Originally posted as the Dun Writin’—Now Whut? series on this blog, EDITING 101 is a weekly refresher series for some of you and brand new for others.
Courtesy of Adirondack Editing
When to use “which” or “that”?
This is a grammar conundrum which is specific to the US, and that confused me for quite some time myself. If you’re in the UK or elsewhere that uses UK style, you probably don’t even need to read this post, as it will simply confuse you. Just keep doing what you’re doing and you’ll be fine.
For all you United States writers, heads up and pay attention!
Many people feel “which” and “that” are interchangeable. I used to think so, too, until I did some research and discovered there is indeed a difference. The usage difference stems from whether or not the information following which/that is necessary to the sentence (nonrestrictive) or unnecessary (restrictive). (I don’t like the terms nonrestrictive and restrictive, because to me they are backwards and I get them mixed up. So I’ll stick to necessary or unnecessary, which are more understandable.) If the clause following which/that is unnecessary to the sentence structure, then you surround it with commas and use “which.” If it’s necessary to the sentence, you don’t offset it with commas and you use “that.”
This difficult subject is one that is taught in our school.
This is correct, because the phrase or clause “that is taught in our school” is necessary to the sentence. It could not be removed from the sentence without it rendering the sentence grammatically incorrect. It doesn’t need to be set off with commas, and the use of “that” is appropriate.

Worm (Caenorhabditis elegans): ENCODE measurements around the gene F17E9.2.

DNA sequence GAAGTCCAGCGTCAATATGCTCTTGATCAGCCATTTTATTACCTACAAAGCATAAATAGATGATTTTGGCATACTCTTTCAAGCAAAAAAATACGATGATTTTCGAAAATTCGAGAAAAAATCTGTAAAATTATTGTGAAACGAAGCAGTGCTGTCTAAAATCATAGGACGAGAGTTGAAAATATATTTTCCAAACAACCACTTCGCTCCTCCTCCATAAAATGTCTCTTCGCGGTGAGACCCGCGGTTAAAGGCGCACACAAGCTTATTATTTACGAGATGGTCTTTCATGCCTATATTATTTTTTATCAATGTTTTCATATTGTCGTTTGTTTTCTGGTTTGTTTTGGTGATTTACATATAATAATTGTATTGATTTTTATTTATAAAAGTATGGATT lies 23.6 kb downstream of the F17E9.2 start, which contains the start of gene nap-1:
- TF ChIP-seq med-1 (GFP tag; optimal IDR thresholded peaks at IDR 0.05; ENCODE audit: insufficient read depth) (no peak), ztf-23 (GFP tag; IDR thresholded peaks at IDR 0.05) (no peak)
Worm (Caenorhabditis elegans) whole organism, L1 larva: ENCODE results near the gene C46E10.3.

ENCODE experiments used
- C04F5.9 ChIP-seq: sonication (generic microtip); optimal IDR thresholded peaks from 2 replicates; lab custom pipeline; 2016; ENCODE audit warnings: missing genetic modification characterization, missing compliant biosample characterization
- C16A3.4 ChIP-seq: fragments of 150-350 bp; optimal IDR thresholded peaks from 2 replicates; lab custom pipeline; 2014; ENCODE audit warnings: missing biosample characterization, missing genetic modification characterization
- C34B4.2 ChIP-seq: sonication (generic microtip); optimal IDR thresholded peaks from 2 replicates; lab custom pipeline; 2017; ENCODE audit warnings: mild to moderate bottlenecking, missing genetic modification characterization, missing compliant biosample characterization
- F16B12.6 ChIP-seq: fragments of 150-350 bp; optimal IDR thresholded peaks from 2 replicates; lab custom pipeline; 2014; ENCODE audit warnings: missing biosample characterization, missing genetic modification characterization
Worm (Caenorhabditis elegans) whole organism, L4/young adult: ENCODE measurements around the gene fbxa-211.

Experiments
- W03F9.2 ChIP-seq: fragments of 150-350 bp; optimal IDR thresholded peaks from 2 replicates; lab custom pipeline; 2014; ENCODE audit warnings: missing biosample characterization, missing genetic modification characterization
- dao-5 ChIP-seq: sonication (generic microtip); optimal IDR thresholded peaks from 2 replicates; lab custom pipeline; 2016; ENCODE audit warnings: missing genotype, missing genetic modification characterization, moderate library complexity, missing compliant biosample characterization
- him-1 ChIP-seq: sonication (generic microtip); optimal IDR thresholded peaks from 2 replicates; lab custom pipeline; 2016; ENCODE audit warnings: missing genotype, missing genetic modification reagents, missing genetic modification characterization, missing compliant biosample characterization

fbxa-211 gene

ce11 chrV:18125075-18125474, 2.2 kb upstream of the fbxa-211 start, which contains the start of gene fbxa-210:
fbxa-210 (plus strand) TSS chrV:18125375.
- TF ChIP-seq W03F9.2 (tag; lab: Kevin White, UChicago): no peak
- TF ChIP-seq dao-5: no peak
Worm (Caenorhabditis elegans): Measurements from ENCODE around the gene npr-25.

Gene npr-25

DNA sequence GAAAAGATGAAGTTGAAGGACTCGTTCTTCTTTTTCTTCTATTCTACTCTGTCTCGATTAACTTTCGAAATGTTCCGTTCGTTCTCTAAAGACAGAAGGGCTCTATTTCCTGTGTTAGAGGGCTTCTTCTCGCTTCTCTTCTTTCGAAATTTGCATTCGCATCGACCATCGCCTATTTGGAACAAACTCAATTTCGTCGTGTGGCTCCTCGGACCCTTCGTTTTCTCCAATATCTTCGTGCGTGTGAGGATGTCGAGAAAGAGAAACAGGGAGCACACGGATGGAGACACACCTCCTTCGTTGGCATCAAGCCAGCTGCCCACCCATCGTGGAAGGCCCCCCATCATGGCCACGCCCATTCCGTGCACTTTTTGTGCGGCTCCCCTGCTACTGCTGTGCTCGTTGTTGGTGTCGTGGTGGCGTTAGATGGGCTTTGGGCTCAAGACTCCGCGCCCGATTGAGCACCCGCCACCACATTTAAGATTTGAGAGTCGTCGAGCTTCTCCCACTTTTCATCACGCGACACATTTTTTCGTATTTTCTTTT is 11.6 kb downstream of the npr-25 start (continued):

If you wanted to use “which,” you’d have to rework it this way:
This subject, which is one taught in our school, is difficult.
In this example, the phrase “which is taught in our school” is unnecessary to the sentence structure. Therefore, it is surrounded by commas and you use the word “which.” You could remove the clause (not Claus!) and be left with “This subject is difficult,” which is grammatically correct and a full, complete sentence in itself.
Don’t confuse information that is necessary to your story with information that is necessary to the sentence structure! 🙂
For the rule we’ve just discussed, what do you think of these sentences?
The dog that was black barked incessantly all day.
I wanted to climb the tree which is over there.
My computer, that used to be Robert’s, is now broken.
My bathroom which was recently redone is now blue.
Next week we’ll discuss ‘Using the five senses’
This series is not meant to be (nor will it be) simple static information.
I’ll be here for each post to answer questions, offer suggestions as necessary, and interact with you.
If there’s something you specifically want (or need!) to see addressed in terms of self-editing, please let me know in the comments under this, or any of the articles of the series.